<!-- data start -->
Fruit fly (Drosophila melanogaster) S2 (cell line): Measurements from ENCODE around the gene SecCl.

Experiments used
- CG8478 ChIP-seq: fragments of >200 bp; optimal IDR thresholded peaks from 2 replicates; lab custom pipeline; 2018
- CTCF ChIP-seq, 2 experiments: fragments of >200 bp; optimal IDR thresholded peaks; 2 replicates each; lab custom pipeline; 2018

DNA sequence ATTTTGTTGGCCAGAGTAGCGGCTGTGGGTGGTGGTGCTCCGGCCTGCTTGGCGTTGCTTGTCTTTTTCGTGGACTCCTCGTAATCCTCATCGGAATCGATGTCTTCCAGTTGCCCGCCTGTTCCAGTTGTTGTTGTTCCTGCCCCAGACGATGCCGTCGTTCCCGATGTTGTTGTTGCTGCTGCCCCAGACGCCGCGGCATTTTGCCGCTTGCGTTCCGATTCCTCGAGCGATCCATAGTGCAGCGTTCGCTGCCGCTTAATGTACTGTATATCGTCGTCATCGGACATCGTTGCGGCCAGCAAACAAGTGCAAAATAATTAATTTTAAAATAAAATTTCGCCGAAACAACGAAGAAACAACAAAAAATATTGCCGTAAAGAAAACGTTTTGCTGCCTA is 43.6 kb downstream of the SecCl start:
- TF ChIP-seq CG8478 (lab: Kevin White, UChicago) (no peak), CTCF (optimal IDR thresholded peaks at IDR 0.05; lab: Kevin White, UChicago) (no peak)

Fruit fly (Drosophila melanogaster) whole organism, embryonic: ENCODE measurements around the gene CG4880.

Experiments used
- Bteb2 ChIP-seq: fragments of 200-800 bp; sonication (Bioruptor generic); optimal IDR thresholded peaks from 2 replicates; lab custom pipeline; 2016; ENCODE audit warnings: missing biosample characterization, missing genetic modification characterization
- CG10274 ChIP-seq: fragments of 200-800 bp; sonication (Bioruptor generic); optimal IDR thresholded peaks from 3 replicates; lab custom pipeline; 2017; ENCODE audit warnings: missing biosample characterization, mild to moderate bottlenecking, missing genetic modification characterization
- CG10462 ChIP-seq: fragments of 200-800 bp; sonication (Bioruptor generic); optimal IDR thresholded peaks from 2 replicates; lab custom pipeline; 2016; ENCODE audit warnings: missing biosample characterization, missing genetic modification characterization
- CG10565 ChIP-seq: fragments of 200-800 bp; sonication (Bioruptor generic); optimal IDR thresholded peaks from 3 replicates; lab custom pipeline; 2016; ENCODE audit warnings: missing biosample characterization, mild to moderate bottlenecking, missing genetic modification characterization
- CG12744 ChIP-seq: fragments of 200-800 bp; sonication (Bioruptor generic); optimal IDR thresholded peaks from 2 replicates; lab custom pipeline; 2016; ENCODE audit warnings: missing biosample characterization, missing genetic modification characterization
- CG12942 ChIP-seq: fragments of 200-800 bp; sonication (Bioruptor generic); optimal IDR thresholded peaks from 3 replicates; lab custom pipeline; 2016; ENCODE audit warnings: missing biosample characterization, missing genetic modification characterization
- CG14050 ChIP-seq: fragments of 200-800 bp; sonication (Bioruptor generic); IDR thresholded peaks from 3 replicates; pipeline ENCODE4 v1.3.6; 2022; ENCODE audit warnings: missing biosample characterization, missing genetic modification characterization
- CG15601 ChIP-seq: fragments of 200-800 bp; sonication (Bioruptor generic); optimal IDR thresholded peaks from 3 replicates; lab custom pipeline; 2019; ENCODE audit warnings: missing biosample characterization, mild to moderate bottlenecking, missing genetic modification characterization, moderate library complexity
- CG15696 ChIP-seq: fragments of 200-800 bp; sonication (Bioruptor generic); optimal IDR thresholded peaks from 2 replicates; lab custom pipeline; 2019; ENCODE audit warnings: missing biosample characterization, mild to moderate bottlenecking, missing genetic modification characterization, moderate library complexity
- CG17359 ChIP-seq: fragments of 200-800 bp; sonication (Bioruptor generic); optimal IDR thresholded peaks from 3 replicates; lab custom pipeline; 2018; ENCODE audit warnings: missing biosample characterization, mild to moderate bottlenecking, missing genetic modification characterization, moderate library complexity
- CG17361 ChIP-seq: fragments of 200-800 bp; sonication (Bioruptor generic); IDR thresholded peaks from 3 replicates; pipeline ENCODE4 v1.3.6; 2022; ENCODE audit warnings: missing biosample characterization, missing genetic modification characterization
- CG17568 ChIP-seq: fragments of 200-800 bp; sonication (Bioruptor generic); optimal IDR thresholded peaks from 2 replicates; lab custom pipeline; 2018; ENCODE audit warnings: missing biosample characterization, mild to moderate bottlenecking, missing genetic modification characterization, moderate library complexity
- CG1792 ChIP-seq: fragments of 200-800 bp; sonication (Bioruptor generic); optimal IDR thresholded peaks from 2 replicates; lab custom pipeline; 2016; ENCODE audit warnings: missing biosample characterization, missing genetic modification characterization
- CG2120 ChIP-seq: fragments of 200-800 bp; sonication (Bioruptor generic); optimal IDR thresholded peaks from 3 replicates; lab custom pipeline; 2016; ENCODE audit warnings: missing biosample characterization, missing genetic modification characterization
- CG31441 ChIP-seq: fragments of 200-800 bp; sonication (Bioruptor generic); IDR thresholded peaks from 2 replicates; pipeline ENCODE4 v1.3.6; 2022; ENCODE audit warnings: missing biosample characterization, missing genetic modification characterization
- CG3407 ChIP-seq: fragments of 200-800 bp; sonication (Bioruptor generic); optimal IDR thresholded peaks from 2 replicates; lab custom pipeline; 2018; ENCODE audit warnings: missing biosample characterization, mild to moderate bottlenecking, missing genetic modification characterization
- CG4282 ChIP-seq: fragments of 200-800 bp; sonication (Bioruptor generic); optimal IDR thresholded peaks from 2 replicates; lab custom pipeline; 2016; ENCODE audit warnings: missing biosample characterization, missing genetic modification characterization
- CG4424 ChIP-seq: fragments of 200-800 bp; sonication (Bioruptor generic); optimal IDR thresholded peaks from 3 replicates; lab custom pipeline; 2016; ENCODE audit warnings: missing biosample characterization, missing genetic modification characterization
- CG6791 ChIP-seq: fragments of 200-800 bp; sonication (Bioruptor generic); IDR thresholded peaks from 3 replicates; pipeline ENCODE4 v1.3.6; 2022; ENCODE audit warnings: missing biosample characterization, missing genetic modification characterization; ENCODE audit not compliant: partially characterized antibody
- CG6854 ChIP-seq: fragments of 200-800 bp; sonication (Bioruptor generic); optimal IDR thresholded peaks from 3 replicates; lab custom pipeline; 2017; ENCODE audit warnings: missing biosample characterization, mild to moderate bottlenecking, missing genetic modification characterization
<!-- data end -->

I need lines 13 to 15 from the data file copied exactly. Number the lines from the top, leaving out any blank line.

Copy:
- CG12744 ChIP-seq: fragments of 200-800 bp; sonication (Bioruptor generic); optimal IDR thresholded peaks from 2 replicates; lab custom pipeline; 2016; ENCODE audit warnings: missing biosample characterization, missing genetic modification characterization
- CG12942 ChIP-seq: fragments of 200-800 bp; sonication (Bioruptor generic); optimal IDR thresholded peaks from 3 replicates; lab custom pipeline; 2016; ENCODE audit warnings: missing biosample characterization, missing genetic modification characterization
- CG14050 ChIP-seq: fragments of 200-800 bp; sonication (Bioruptor generic); IDR thresholded peaks from 3 replicates; pipeline ENCODE4 v1.3.6; 2022; ENCODE audit warnings: missing biosample characterization, missing genetic modification characterization